Can we define where northeast Texas is, geographically? Not one town/city is noted in the article, and the photo shows a casket in Orange!

    • Lou Snyder

      Counties in Northeast Texas[edit]
      According to the Northeast Texas Genealogical Society, the following 23 counties comprise Northeast Texas:[1] (Note from LOU: I always thought the NorthEast counties were basically North of I-20. On the Weather on local stations the meteorologists seem to refer to those south of I-20 to be East Texas.

      Red River
      Van Zandt

  • Lou Snyder

    The “Point of View” offered this advice about 3 decades ago, and it is more appropriate in this day and age than ever: Do not believe statistics that you do not know how they were calculated – the source, the numbers etc. As I read the article, I noticed a few of the numbers were skewed. That makes the entire thing unbelievable. When I was an Insurance Agent one of my insureds called from his hospital bed to let me know he was dying and wanted assistance with changing his beneficiary. I visited him with the right form etc etc etc. Then the call came with a request to file the claim. With respect I asked the beneficiary to be sure she had a Death Certificate when we met. Low and behold the VA had listed the major cause of death as cigarette smoking!!!! This man had not smoked in over 30 years as his blood work now and again could prove (yes, if you didn’t know blood work can determine tobacco usage while you are alive and through an autopsy). So if one Death Certificate is erroneous how many others are? And let’s consider the number of retired/elderly people in Northeast Texas – a very large percent. My my – this is one story I choose not to give credance to. These are media alarmists. Also my opinion, it is easier to keep ones job if others are convinced it is needed.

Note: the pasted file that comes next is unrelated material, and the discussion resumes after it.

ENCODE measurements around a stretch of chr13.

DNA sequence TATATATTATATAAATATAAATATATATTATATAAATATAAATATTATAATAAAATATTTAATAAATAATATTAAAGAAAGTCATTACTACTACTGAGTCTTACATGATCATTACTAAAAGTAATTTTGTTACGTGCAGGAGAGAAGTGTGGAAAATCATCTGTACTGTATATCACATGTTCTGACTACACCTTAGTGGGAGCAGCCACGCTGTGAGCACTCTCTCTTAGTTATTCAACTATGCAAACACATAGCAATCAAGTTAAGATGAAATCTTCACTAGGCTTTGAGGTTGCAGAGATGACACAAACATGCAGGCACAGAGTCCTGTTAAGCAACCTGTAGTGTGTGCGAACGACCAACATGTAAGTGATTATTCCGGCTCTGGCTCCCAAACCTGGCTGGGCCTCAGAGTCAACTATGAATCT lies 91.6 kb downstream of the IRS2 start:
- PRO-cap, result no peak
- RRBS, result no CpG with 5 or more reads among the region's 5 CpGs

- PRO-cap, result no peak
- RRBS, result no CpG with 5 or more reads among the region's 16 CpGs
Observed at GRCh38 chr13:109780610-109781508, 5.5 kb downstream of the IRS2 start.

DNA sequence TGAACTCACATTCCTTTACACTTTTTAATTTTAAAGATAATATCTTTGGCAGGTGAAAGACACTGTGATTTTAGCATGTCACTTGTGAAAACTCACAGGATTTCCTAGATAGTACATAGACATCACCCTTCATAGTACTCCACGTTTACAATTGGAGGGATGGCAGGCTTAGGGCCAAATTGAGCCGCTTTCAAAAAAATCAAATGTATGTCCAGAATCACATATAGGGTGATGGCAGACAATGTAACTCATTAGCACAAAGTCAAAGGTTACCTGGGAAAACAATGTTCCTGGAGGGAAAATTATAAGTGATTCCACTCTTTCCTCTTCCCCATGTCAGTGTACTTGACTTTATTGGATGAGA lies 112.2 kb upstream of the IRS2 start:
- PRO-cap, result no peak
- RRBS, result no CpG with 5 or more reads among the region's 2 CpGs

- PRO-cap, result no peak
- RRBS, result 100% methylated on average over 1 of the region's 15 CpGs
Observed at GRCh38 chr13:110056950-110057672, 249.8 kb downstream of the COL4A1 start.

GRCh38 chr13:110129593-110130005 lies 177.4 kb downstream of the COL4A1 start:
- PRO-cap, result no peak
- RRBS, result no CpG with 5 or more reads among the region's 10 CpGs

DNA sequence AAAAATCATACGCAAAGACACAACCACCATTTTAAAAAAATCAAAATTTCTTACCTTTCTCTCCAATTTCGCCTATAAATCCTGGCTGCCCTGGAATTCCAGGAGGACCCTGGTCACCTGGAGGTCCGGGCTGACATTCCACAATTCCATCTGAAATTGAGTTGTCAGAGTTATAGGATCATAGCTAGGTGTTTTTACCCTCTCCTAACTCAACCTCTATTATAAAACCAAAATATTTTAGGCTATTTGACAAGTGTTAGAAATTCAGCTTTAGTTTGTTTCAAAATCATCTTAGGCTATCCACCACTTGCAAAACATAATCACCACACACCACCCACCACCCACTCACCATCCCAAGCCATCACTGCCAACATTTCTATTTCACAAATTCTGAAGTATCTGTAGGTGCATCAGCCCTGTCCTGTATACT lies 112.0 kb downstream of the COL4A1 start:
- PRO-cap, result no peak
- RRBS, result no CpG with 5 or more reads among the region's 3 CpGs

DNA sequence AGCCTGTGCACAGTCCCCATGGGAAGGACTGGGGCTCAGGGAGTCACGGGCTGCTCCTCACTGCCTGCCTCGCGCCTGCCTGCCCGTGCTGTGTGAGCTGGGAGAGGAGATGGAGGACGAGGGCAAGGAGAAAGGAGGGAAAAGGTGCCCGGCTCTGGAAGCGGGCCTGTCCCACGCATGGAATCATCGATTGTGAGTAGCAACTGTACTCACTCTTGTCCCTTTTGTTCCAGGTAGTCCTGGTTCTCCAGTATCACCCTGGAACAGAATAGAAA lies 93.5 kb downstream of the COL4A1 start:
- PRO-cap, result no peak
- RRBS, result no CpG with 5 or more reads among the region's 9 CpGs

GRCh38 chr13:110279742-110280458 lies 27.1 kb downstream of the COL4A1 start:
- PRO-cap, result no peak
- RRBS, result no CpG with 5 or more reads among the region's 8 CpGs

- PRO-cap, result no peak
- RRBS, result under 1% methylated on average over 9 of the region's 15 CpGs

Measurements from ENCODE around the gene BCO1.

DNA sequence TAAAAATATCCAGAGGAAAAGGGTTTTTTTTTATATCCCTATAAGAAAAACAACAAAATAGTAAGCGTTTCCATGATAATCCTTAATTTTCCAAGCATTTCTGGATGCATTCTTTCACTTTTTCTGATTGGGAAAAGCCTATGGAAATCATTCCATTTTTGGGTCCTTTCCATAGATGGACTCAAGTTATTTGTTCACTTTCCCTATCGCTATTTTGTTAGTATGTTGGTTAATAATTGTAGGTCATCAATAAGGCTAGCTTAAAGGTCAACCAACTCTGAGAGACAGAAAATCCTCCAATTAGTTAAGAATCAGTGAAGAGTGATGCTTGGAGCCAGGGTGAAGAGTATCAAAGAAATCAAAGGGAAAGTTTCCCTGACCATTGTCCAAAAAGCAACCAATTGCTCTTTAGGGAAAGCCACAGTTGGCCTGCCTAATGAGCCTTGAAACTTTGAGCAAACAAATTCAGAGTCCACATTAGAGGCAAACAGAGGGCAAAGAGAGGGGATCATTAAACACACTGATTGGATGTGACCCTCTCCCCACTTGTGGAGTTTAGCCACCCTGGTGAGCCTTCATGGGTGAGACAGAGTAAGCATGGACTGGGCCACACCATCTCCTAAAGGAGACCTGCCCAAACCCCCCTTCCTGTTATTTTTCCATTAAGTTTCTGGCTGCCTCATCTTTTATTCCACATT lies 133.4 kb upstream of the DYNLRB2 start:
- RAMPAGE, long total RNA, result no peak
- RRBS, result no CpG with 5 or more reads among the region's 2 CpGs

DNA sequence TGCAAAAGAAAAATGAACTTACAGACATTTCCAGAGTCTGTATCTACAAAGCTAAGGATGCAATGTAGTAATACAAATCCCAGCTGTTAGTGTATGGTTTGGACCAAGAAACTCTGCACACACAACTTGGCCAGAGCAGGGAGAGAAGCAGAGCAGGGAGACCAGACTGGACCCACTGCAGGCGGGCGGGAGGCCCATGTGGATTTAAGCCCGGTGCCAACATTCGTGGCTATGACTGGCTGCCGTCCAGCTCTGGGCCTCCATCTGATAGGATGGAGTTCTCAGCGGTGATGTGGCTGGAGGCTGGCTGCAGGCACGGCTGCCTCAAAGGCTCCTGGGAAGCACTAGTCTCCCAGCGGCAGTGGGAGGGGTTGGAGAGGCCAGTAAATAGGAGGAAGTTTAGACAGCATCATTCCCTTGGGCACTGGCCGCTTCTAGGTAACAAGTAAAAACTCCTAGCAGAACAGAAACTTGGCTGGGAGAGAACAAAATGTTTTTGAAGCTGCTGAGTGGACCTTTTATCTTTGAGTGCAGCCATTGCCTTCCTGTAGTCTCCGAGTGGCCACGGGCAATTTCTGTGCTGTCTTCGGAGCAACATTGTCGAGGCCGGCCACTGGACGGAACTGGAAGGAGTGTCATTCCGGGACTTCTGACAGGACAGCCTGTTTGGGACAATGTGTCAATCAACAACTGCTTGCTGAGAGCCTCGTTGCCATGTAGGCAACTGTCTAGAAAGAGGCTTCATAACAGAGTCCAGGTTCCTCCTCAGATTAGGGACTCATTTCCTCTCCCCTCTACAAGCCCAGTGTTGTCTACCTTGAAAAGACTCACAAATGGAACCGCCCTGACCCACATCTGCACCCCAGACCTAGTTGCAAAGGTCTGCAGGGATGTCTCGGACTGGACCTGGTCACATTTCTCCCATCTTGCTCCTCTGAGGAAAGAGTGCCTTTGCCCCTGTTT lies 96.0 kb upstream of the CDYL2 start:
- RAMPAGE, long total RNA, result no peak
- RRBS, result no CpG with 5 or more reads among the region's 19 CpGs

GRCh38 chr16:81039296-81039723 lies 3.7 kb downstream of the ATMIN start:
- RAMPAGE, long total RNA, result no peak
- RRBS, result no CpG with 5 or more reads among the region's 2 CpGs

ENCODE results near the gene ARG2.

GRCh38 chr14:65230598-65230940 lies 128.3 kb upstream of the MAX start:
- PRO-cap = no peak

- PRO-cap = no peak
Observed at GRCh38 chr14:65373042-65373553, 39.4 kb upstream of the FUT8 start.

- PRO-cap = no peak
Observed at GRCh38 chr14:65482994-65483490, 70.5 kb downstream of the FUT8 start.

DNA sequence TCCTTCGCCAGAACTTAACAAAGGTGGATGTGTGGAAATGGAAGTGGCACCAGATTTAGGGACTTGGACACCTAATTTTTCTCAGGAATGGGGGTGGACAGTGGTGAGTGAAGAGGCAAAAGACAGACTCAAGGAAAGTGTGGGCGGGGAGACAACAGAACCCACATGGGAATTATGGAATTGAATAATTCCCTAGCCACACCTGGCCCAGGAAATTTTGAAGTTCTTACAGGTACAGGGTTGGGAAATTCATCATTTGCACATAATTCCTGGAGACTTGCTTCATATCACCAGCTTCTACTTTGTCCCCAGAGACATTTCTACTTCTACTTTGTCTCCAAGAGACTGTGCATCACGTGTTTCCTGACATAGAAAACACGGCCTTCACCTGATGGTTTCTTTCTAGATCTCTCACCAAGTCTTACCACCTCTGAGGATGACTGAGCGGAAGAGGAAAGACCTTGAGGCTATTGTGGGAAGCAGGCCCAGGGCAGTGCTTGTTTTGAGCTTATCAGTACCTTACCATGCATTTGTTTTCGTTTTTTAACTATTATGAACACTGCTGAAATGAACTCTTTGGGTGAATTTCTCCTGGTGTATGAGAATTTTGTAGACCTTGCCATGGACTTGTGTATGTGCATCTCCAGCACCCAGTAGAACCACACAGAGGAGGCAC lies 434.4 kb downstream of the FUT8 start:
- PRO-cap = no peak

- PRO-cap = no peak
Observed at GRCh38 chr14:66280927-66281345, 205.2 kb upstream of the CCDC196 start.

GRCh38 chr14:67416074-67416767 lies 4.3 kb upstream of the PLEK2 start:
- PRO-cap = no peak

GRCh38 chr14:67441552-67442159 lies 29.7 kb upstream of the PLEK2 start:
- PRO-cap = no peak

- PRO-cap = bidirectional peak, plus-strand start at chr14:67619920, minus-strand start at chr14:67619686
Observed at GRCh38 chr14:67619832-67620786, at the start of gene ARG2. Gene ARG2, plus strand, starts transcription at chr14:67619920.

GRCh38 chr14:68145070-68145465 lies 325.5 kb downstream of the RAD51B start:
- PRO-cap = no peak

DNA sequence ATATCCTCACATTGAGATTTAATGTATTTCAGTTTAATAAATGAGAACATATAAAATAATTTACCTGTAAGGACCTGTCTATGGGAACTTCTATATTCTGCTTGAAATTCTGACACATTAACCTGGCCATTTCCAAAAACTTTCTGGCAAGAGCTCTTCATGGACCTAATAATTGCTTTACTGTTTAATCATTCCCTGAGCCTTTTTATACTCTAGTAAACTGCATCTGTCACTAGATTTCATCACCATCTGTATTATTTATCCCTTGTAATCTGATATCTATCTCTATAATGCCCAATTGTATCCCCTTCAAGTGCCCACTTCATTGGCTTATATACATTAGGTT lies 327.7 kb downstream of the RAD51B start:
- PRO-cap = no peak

• Joe Forrest

      Agreed. I think the problem is other than tobac. Not saying tobac is not a problem. I am saying I have noticed many other than lung cancer. Non-Hodgkin’s Lymphoma seems prominent. Breast cancer is near top of list. Colon, Kidney, Throat, Larynx, Esophagus, Stomach, Liver, and Bone CANCERS I have noted over the years, here. Brain Cancers seem rare and 25% of them seem associated with steroid use. Hodgkin’s seems rare. Leukemia has always been around but seems to be increasing. Strokes in 30 to 40 year range seem associated with methadrine use. Alcohol and prescription drug over dose deaths are probably more common than suicide. No one died from Cannabis…..